International leagues struggle with pace of play

So you think Major League Baseball’s pace of play is slow? Head for a game in Latin America or Japan.

In Puerto Rico, the 2015 Caribbean Series, which featured five South American countries, consisted of 13 games that averaged three hours, 20 minutes each.

In Japan, average game times last year ran three hours, 20 minutes, exceeding MLB’s record average of 3:08 in 2014.

Josh Boyd, the Texas Rangers senior director of pro scouting, has seen the slow pace of Japanese baseball firsthand.

“It’s a slower overall pace for sure,” Boyd said. “There’s such an emphasis on small ball, each run is so valuable, there’s a lot of defense to slow (the game) down.”

According to Boyd, Japan’s Nippon Pro Baseball League has expressed interest in quickening the game.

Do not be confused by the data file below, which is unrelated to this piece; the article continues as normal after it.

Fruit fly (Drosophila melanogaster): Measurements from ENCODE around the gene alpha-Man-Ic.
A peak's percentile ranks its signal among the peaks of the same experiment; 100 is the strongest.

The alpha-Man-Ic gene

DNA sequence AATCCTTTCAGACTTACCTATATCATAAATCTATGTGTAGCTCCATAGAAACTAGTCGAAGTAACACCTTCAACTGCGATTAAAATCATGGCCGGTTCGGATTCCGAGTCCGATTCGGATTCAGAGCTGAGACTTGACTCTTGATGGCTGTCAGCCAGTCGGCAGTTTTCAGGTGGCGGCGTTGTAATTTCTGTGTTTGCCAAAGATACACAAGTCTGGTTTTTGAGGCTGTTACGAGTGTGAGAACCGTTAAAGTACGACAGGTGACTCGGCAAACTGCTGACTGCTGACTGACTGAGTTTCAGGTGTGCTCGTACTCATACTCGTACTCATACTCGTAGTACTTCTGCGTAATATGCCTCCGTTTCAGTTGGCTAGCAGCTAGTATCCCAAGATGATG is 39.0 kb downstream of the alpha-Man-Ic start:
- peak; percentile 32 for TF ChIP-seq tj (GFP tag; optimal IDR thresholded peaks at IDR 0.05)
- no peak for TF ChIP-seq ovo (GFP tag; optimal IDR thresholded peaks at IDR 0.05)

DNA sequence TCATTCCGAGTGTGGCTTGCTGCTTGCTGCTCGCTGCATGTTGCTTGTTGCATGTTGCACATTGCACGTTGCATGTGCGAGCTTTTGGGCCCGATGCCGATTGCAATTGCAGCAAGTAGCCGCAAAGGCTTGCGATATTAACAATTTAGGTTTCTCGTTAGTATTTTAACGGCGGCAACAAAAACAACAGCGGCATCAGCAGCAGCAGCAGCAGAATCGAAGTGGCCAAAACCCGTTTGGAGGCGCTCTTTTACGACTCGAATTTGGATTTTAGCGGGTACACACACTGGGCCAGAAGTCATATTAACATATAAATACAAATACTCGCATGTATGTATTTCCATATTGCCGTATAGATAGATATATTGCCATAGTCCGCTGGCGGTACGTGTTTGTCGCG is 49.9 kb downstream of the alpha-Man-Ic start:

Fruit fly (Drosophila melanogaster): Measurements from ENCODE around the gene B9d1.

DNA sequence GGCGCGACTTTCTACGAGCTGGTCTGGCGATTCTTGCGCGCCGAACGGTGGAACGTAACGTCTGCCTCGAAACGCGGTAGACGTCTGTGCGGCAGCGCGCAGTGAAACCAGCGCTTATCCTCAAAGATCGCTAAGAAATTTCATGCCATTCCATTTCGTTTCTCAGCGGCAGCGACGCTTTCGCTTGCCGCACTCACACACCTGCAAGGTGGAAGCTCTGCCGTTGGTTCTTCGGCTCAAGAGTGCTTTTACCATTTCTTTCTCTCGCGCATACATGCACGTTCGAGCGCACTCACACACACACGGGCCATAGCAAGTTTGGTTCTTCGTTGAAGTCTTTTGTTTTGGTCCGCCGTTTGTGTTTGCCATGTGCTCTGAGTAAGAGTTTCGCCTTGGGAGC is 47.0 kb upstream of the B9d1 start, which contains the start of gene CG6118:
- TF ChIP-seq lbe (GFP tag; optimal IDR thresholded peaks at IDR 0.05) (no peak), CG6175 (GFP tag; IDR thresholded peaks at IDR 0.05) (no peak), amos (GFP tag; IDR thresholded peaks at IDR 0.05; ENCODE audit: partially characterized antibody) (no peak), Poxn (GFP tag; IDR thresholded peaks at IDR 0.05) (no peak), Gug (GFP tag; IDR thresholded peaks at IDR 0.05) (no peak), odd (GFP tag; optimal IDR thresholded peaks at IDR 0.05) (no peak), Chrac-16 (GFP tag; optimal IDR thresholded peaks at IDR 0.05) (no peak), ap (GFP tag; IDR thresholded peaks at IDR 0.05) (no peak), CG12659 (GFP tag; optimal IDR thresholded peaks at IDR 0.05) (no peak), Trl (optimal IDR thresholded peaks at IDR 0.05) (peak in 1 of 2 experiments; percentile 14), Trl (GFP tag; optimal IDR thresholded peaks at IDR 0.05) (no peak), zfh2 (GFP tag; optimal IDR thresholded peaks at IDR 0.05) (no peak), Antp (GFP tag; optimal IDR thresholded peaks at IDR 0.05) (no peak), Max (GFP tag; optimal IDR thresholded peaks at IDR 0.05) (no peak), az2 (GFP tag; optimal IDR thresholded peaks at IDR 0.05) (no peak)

“I’ve heard whisperings of it here and there,” Boyd said. “I just don’t think it’s been that noticeable.”

The NPB commissioner, Katsuhiko Kumazaki, has taken a hands-on approach to the issue. Earlier this year, he spoke to Sports Hochi about the pace of play.

“It’s the first time the players union has joined the discussion about shortening game times,” Kumazaki said. “It’s important that (all parties involved in baseball) come together as one to take on this matter.”

The problem is the same in Latin American leagues.

In the finals of Cuba’s Serie Nacional de Beisbol, the country’s premier baseball league, a manager used 12 pitchers in one game.

Former South American players now in the big leagues say the game is much different back home.

“I don’t know if these rule changes are ever going to reach over (to Latin American countries),” said Venezuelan outfielder David Peralta of the Arizona Diamondbacks. “I like the game the way it is.”

D-backs catcher Oscar Hernandez, also originally from Venezuela, hopes the trend gains international traction.

“There’s more tempo here in the United States than in Venezuela,” Hernandez said. “There, everybody takes their time.”

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